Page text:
var options = new MatrixFactorizationTrainer.Options
      MatrixColumnIndexColumnName = "userIdEncoded",
      MatrixRowIndexColumnName = "channelIdEncoded",
      LabelColumnName = "Followed",
      LossFunction = MatrixFactorizationTrainer.LossFunctionType.SquareLossOneClass,
      Alpha = 0.01,
      Lambda = 0.025,
      NumberOfIterations = 3000,
      C = 0.00001,
      Quiet = true

  var trainerEstimator = estimator.Append(_Context.Recommendation().Trainers.MatrixFactorization(options));

At this point, we can train the model with the Fit method on the trainerEstimator object:

_Model = trainerEstimator.Fit(trainingDataView);

Finally, I save the model into a Stream object that persists my model into Azure Blob storage so that it can be used in Azure Functions for the KlipTok API.

_Context.Model.Save(_Model, trainingDataView.Schema, destinationStream);

I currently have this model generation and save operation running once a day.

Loading the model and serving up predictions

The model can be loaded into a PredictionEngine to predict a potential channel suggestion for a user. In order to deliver that, we need to run predictions for a collection of candidate channels. KlipTok will look at the 200 channels that most recently created clips and run those through the PredictionEngine for the logged in user and present a subset of 4 channels to suggest on the sidebar of KlipTok's user interface.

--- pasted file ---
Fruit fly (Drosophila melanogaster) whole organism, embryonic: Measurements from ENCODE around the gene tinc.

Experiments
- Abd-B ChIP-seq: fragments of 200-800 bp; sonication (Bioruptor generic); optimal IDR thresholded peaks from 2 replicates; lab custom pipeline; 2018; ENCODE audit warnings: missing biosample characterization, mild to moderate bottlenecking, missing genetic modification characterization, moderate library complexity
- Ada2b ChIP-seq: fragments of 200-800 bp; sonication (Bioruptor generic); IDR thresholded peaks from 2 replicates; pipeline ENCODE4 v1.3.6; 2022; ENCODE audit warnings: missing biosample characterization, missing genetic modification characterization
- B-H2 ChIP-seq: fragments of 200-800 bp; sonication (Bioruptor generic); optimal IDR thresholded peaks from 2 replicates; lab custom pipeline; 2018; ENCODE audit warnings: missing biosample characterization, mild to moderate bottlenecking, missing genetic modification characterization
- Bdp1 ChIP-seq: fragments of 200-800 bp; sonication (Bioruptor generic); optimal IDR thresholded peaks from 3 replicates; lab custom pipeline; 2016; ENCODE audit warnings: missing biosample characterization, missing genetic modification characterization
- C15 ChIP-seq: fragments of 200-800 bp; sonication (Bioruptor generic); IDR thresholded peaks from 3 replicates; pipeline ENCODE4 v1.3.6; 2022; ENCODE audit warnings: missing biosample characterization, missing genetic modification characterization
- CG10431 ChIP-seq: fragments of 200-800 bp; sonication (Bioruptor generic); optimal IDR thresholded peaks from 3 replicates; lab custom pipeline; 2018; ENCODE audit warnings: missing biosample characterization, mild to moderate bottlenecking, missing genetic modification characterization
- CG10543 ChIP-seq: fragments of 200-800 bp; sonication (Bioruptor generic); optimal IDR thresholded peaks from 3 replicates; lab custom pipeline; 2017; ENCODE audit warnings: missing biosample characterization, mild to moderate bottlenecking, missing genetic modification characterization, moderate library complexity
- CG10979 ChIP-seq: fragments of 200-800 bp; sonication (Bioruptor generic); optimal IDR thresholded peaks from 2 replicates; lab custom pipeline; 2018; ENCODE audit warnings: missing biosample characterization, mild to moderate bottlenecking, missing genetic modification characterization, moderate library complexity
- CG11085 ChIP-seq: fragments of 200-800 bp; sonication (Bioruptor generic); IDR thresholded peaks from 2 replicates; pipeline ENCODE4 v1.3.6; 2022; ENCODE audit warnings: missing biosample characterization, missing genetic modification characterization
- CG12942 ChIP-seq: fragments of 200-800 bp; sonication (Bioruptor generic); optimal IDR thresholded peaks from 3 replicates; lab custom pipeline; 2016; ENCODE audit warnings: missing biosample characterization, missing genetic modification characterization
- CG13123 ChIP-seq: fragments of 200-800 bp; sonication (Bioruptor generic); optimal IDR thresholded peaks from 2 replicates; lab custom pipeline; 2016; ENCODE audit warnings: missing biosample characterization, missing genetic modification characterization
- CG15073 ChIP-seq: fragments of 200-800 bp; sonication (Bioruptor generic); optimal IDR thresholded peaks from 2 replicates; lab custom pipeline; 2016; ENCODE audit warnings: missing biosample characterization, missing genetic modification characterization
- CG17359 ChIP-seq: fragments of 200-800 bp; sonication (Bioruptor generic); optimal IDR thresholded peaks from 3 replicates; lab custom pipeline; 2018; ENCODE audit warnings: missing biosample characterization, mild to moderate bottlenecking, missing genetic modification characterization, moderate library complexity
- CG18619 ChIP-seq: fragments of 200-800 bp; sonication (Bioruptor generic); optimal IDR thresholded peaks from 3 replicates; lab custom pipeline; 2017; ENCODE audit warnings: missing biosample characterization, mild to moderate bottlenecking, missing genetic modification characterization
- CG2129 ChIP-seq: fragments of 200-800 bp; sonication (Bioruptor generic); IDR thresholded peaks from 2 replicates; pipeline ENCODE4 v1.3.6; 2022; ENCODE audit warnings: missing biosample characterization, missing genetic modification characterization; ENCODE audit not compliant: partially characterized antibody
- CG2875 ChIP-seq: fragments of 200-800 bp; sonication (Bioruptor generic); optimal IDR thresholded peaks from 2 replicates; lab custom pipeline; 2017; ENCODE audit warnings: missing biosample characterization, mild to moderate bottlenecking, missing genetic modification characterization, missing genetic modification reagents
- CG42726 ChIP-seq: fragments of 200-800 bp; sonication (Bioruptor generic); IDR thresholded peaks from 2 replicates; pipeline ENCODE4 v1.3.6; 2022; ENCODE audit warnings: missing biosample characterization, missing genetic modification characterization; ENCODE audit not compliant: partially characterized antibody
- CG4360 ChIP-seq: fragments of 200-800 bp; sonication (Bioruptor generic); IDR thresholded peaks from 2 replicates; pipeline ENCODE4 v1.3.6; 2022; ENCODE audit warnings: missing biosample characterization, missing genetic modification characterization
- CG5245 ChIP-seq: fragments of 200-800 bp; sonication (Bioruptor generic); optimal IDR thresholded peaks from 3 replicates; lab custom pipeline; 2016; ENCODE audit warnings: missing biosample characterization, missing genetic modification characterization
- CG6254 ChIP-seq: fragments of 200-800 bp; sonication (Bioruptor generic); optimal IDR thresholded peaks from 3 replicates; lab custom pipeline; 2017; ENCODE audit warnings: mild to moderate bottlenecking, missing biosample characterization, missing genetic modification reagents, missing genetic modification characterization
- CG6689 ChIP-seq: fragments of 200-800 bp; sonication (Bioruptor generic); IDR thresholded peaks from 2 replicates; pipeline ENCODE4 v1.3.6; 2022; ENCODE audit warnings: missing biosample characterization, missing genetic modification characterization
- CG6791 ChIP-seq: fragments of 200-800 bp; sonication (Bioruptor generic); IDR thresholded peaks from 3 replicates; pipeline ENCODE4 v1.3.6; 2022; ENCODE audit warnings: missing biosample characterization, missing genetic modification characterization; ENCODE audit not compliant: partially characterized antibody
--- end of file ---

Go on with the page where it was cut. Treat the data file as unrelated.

To enable the prediction engine to run faster, I have configured a PredictionEnginePool that will reuse resources and allow predictions to run significantly faster. In testing on my local machine, it can run 200 predictions in less than 20ms.

I added the following line to Startup.cs in my Azure Functions project to enable the pooling mechanism:

      uri: "https://myblobstorage.blob.core.windows.net/channelDiscoveryModel.zip",
      period: TimeSpan.FromMinutes(30)

This tells the prediction engine to attempt to reload the model from disk every 30 minutes.

With the engine loaded, I can run predictions with this code:

public IEnumerable SuggestChannels(string userId, IEnumerable candidateChannels, int maxCount)

  var outList = new List();

  foreach (var channel in candidateChannels)

    var input = new FollowerSummaryForAnalysis()
      UserId = userId,
      ChannelId = channel.ChannelId

    var score = _PredictionEngine?.Predict(input) ?? _PredictionEnginePool.Predict(input);
    outList.Add(new SuggestedStreamer
      DisplayName = channel.DisplayName,
      ProfilePicUrl = channel.ProfilePicUrl,
      TwitchUserId = channel.ChannelId,
      Score = (decimal)Math.Round(score.Score, 5)

After this is fetched, we only transmit 20 channels to the browser. The user interface will remove any channels that are muted and take a random subset of 4 channels to present in the sidebar.


I was really happy with how easy it was to adapt a tutorial for ML.NET and get some relevant recommandations for the KlipTok application. In the future, we'd like to use this technique to also recommend clips to visitors.